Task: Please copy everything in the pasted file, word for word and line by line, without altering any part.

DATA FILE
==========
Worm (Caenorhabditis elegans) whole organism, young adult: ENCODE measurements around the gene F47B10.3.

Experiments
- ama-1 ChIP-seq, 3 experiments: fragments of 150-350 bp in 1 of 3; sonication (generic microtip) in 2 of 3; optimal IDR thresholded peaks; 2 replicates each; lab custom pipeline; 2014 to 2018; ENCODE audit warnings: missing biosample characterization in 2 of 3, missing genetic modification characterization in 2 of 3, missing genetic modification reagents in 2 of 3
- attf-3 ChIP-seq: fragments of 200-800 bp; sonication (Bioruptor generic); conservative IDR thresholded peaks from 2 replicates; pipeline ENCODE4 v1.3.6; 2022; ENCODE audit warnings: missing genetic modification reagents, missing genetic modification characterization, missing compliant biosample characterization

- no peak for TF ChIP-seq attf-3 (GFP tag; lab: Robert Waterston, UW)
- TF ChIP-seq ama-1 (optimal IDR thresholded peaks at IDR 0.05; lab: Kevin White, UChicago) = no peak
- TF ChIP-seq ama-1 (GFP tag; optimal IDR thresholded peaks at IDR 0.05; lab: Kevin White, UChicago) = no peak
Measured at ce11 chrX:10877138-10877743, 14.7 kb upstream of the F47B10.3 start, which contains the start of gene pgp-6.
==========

Worm (Caenorhabditis elegans) whole organism, young adult: ENCODE measurements around the gene F47B10.3.

Experiments
- ama-1 ChIP-seq, 3 experiments: fragments of 150-350 bp in 1 of 3; sonication (generic microtip) in 2 of 3; optimal IDR thresholded peaks; 2 replicates each; lab custom pipeline; 2014 to 2018; ENCODE audit warnings: missing biosample characterization in 2 of 3, missing genetic modification characterization in 2 of 3, missing genetic modification reagents in 2 of 3
- attf-3 ChIP-seq: fragments of 200-800 bp; sonication (Bioruptor generic); conservative IDR thresholded peaks from 2 replicates; pipeline ENCODE4 v1.3.6; 2022; ENCODE audit warnings: missing genetic modification reagents, missing genetic modification characterization, missing compliant biosample characterization

- no peak for TF ChIP-seq attf-3 (GFP tag; lab: Robert Waterston, UW)
- TF ChIP-seq ama-1 (optimal IDR thresholded peaks at IDR 0.05; lab: Kevin White, UChicago) = no peak
- TF ChIP-seq ama-1 (GFP tag; optimal IDR thresholded peaks at IDR 0.05; lab: Kevin White, UChicago) = no peak
Measured at ce11 chrX:10877138-10877743, 14.7 kb upstream of the F47B10.3 start, which contains the start of gene pgp-6.